Polydiapirism#

This section was contributed by Cedric Thieulot.

Diapirs are a type of geologic intrusion in which a more mobile and ductily deformable material (e.g., salt) is emplaced into (brittle) overlying rocks. As salt domes are capable of trapping petroleum and natural gas these structures have been extensively studied .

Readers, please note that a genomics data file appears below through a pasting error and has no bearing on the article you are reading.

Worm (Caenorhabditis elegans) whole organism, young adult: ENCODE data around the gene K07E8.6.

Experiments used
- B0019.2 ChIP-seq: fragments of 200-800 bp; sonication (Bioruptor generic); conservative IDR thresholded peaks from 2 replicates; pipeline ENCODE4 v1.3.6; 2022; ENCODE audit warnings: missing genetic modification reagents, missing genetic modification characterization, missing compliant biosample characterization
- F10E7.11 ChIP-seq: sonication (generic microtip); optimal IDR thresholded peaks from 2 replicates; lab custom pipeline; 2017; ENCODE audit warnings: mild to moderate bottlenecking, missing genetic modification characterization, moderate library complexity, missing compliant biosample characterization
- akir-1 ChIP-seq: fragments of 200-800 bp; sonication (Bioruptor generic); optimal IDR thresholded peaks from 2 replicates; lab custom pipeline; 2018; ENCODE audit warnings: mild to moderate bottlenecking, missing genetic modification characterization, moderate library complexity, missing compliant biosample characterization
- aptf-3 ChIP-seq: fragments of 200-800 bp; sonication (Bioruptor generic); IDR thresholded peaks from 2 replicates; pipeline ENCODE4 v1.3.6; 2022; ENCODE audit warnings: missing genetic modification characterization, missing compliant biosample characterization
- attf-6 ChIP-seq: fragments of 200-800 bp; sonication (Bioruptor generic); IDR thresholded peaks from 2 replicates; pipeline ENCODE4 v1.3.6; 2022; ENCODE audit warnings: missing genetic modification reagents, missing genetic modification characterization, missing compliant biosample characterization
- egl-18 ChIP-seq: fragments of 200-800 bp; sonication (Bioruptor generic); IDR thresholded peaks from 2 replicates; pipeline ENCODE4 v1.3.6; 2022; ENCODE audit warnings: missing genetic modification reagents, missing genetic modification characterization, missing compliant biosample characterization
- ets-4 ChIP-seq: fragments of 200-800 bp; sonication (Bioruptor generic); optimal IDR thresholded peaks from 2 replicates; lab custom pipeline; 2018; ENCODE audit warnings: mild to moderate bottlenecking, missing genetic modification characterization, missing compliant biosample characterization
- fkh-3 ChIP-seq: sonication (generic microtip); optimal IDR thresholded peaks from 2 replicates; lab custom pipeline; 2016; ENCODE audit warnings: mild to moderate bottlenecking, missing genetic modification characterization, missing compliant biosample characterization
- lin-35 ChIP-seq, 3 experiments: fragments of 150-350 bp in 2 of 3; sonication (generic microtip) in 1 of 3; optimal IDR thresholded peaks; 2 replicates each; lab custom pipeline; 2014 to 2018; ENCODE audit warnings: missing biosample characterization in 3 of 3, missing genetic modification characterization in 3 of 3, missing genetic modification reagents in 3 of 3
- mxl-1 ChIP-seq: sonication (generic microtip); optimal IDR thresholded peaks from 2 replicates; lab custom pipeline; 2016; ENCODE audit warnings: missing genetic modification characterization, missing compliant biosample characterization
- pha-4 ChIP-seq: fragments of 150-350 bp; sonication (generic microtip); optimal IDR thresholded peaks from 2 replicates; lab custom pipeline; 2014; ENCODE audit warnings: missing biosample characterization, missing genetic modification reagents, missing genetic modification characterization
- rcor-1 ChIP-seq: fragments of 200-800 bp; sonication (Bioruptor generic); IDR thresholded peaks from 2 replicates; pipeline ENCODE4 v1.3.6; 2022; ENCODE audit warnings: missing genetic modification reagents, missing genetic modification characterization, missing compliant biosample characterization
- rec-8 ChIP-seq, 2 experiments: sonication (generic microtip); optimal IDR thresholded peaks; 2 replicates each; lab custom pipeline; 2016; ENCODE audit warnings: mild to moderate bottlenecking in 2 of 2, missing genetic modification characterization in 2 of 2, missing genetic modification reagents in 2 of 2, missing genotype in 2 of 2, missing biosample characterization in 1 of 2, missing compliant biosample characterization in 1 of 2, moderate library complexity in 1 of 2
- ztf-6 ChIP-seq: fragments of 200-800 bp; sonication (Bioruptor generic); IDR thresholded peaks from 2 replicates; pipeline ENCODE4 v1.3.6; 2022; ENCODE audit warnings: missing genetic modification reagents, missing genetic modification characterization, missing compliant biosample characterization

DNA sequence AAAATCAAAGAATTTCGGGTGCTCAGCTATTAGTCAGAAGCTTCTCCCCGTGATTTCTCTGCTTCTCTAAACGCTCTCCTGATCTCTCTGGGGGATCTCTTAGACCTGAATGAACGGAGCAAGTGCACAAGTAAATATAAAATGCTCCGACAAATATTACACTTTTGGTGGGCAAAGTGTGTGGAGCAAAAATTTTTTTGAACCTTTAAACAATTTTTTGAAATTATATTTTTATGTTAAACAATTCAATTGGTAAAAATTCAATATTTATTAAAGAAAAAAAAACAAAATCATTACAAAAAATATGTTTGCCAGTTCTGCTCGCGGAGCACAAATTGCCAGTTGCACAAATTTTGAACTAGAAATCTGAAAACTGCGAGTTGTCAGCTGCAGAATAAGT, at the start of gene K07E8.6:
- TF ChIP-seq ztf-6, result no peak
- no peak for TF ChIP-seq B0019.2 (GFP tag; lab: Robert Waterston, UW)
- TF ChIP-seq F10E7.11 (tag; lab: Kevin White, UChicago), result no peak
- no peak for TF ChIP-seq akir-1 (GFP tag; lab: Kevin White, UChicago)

We consider in this experiment the three-layer viscous Rayleigh-Taylor instability proposed by Weinberg and Schmeling and we focus in what follows on the case II of that publication. The domain is a 2D Cartesian box of size $$2.24~\text{ m} \times 1~\text{ m}$$. Gravity is Earth-like ($$9.81~\text{ m s}^{-2}$$). Boundary conditions are free-slip on the sides and top and no-slip at the bottom. All three layers are initially horizontal. The top layer (fluid 1) has a thickness of $$0.75~\text{ m}$$, a viscosity $$\eta_1=100~\text{ Pa s}$$ and a density $$\rho_1=100~\text{ kg m}^{-3}$$. The middle layer (fluid 2) has a thickness $$0.125~\text{ m}$$ with $$\rho_2=90~\text{ kg m}^{-3}$$ and $$\eta_2=1~\text{ Pa s}$$. The bottom layer (fluid 3) has a thickness $$0.125~\text{ m}$$ with $$\rho_3=89~\text{ kg m}^{-3}$$ and $$\eta_3=1~\text{ Pa s}$$. The two interfaces between the layers are perturbed by a random noise of amplitude $$\pm 0.001~\text{ m}$$. Since fluid 3 is lighter than fluid 2 and fluid 2 is lighter than fluid 1, both interfaces are unstable. We observe that interface 2-3 deforms first, produces domes which are subsequently incorporated in the domes being generated at the interface 1-2, as shown in Fig. 140 through Fig. 143. The root mean square velocity (Fig. 144) shows two slopes in the early stages ($$t<50~\text{ s}$$) corresponding to the two different growth rates of the interfaces, as explained by linear stability analysis .